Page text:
F. PERRY WILSON: I think we do. You can do a randomized trial in as short a period of time as you can do an uncontrolled trial.

JOHN WHYTE: What's uncontrolled? Explain that to the audience.

F. PERRY WILSON: Uncontrolled trial is one where you're enrolling patients, and you're just saying, OK, I want to study you while you take this drug, this antiviral. And I'm going to measure blood, and I'm going to do a bunch of things, and please consent to this study. There's nothing that adds a particular amount of time to add the portion of that consent that says, and by the way, you might at random be chosen to get placebo, and all of the other procedures will be the same. That's not really the rate-limiting step.

The rate-limiting step is finding those patients and for people to be willing to try to advance the science as quickly as possible. And again, it really is going to be quicker to find the answer if we do randomized trials. Now you said there's many different types, and that's true. We do not need 10,000, 50,000 patient randomized trials.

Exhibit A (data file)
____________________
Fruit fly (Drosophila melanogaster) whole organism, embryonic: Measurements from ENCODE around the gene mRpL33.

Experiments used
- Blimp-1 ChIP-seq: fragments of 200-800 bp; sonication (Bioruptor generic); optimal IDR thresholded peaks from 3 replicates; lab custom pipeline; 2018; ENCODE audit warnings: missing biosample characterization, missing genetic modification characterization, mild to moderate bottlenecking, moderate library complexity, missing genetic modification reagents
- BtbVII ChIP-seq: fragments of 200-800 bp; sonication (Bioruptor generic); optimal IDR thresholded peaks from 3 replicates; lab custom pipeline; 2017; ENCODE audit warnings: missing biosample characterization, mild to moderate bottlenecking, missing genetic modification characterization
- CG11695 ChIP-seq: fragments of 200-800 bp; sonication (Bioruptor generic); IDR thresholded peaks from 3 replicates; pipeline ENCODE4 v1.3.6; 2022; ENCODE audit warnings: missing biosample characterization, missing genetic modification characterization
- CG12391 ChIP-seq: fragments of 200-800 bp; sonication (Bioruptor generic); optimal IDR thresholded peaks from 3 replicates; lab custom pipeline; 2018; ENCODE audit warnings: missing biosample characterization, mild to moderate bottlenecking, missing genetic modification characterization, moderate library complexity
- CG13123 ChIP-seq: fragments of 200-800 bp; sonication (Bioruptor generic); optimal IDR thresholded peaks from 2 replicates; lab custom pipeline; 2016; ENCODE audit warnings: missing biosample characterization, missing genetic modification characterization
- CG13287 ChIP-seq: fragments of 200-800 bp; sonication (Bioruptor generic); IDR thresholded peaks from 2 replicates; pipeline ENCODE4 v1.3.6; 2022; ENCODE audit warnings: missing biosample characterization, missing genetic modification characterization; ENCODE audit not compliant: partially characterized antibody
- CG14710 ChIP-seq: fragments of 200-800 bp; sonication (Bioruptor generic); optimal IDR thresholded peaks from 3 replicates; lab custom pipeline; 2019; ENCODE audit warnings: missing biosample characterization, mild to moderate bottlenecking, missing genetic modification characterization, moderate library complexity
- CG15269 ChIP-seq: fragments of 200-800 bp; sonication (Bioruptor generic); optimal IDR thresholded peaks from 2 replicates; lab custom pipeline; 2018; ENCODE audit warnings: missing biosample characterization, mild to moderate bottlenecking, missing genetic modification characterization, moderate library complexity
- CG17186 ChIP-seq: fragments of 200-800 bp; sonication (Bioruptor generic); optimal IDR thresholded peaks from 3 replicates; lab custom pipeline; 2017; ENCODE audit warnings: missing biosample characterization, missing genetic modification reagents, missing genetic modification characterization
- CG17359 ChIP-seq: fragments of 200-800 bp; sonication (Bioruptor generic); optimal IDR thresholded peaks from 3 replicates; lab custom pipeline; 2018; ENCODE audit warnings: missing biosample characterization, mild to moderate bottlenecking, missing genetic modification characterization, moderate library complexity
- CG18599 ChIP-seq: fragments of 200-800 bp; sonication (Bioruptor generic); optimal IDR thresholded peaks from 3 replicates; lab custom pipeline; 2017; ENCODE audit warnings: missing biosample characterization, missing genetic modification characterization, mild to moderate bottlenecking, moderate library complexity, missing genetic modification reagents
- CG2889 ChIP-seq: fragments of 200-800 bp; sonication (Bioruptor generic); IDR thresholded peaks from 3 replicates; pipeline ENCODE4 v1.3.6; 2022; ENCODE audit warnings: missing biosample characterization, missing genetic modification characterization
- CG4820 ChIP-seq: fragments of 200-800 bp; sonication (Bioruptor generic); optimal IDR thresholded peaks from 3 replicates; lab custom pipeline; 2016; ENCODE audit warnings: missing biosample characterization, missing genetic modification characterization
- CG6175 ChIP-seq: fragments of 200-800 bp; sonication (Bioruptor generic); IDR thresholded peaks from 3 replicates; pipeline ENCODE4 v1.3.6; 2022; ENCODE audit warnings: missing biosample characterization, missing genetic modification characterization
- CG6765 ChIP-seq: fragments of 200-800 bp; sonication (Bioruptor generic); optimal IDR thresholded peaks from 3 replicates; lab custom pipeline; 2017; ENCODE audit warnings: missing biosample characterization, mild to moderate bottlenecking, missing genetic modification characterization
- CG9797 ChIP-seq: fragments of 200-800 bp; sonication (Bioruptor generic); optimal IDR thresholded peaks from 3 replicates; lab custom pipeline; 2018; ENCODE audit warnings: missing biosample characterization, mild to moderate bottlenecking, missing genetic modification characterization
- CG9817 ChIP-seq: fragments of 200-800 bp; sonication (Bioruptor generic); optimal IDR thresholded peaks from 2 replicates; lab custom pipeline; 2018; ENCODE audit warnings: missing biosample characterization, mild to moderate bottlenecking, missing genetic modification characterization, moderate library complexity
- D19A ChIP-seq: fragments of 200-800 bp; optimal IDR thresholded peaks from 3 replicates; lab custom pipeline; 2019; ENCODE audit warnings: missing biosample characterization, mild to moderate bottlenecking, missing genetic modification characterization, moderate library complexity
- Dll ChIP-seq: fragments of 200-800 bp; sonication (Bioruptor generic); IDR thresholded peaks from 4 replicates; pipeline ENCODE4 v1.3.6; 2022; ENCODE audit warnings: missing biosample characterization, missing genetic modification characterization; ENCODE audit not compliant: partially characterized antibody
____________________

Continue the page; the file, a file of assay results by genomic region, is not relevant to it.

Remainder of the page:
We can do this on small scale, at multiple sites at the same time, what are called pragmatic studies where it's really easy to enroll patients. Not a lot of exclusions, everyone can get in, but you still keep that randomization because that makes sure that you're not secretly choosing patients that might do a little better to get the drug. We don't want people to get the drug because the doctors think they've got a better shot. We want to know, is this going to work in anyone?

JOHN WHYTE: Every drug has side effects. Are you concerned about side effects of some of the medications that we're currently talking about?

F. PERRY WILSON: Oh, absolutely. And that's something that's often underplayed. Just because a drug has been in use for a long period of time doesn't mean it's side-effect-free. And please ask anyone who has taken hydroxychloroquine for a long period of time about those side effects. They'll tell you about them, some of which can be quite severe, for example, cardiac arrhythmias and things.